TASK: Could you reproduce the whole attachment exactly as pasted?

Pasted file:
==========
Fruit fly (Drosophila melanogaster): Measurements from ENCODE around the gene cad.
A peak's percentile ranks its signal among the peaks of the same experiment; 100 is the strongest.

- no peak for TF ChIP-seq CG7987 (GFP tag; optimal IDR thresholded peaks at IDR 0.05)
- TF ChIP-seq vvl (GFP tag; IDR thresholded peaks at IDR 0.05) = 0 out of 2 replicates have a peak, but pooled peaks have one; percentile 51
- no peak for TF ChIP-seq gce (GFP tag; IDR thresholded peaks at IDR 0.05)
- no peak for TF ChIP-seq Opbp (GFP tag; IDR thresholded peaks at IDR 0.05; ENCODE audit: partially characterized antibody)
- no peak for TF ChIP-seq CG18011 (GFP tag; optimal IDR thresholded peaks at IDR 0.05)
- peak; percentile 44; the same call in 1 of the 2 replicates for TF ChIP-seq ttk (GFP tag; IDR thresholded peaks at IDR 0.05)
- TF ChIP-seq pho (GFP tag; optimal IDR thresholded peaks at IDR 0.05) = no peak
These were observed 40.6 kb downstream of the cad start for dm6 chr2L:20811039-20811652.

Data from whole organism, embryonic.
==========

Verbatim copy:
Fruit fly (Drosophila melanogaster): Measurements from ENCODE around the gene cad.
A peak's percentile ranks its signal among the peaks of the same experiment; 100 is the strongest.

- no peak for TF ChIP-seq CG7987 (GFP tag; optimal IDR thresholded peaks at IDR 0.05)
- TF ChIP-seq vvl (GFP tag; IDR thresholded peaks at IDR 0.05) = 0 out of 2 replicates have a peak, but pooled peaks have one; percentile 51
- no peak for TF ChIP-seq gce (GFP tag; IDR thresholded peaks at IDR 0.05)
- no peak for TF ChIP-seq Opbp (GFP tag; IDR thresholded peaks at IDR 0.05; ENCODE audit: partially characterized antibody)
- no peak for TF ChIP-seq CG18011 (GFP tag; optimal IDR thresholded peaks at IDR 0.05)
- peak; percentile 44; the same call in 1 of the 2 replicates for TF ChIP-seq ttk (GFP tag; IDR thresholded peaks at IDR 0.05)
- TF ChIP-seq pho (GFP tag; optimal IDR thresholded peaks at IDR 0.05) = no peak
These were observed 40.6 kb downstream of the cad start for dm6 chr2L:20811039-20811652.

Data from whole organism, embryonic.